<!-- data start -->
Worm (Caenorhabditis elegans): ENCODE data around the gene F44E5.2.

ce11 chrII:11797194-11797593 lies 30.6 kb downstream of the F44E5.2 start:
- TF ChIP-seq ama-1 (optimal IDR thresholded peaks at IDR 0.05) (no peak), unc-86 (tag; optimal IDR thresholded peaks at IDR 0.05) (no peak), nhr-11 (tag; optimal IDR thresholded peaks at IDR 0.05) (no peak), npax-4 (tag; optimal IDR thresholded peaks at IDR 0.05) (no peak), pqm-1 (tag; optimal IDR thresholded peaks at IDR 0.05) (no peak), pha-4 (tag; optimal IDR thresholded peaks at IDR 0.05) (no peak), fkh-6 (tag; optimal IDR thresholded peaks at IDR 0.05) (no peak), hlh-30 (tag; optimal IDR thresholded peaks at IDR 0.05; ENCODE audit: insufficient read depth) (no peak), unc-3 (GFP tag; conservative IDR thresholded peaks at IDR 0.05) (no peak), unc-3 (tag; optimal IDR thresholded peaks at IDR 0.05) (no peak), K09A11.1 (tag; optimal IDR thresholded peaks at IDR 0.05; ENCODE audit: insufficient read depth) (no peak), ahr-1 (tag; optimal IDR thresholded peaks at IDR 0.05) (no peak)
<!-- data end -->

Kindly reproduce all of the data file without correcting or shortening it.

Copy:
Worm (Caenorhabditis elegans): ENCODE data around the gene F44E5.2.

ce11 chrII:11797194-11797593 lies 30.6 kb downstream of the F44E5.2 start:
- TF ChIP-seq ama-1 (optimal IDR thresholded peaks at IDR 0.05) (no peak), unc-86 (tag; optimal IDR thresholded peaks at IDR 0.05) (no peak), nhr-11 (tag; optimal IDR thresholded peaks at IDR 0.05) (no peak), npax-4 (tag; optimal IDR thresholded peaks at IDR 0.05) (no peak), pqm-1 (tag; optimal IDR thresholded peaks at IDR 0.05) (no peak), pha-4 (tag; optimal IDR thresholded peaks at IDR 0.05) (no peak), fkh-6 (tag; optimal IDR thresholded peaks at IDR 0.05) (no peak), hlh-30 (tag; optimal IDR thresholded peaks at IDR 0.05; ENCODE audit: insufficient read depth) (no peak), unc-3 (GFP tag; conservative IDR thresholded peaks at IDR 0.05) (no peak), unc-3 (tag; optimal IDR thresholded peaks at IDR 0.05) (no peak), K09A11.1 (tag; optimal IDR thresholded peaks at IDR 0.05; ENCODE audit: insufficient read depth) (no peak), ahr-1 (tag; optimal IDR thresholded peaks at IDR 0.05) (no peak)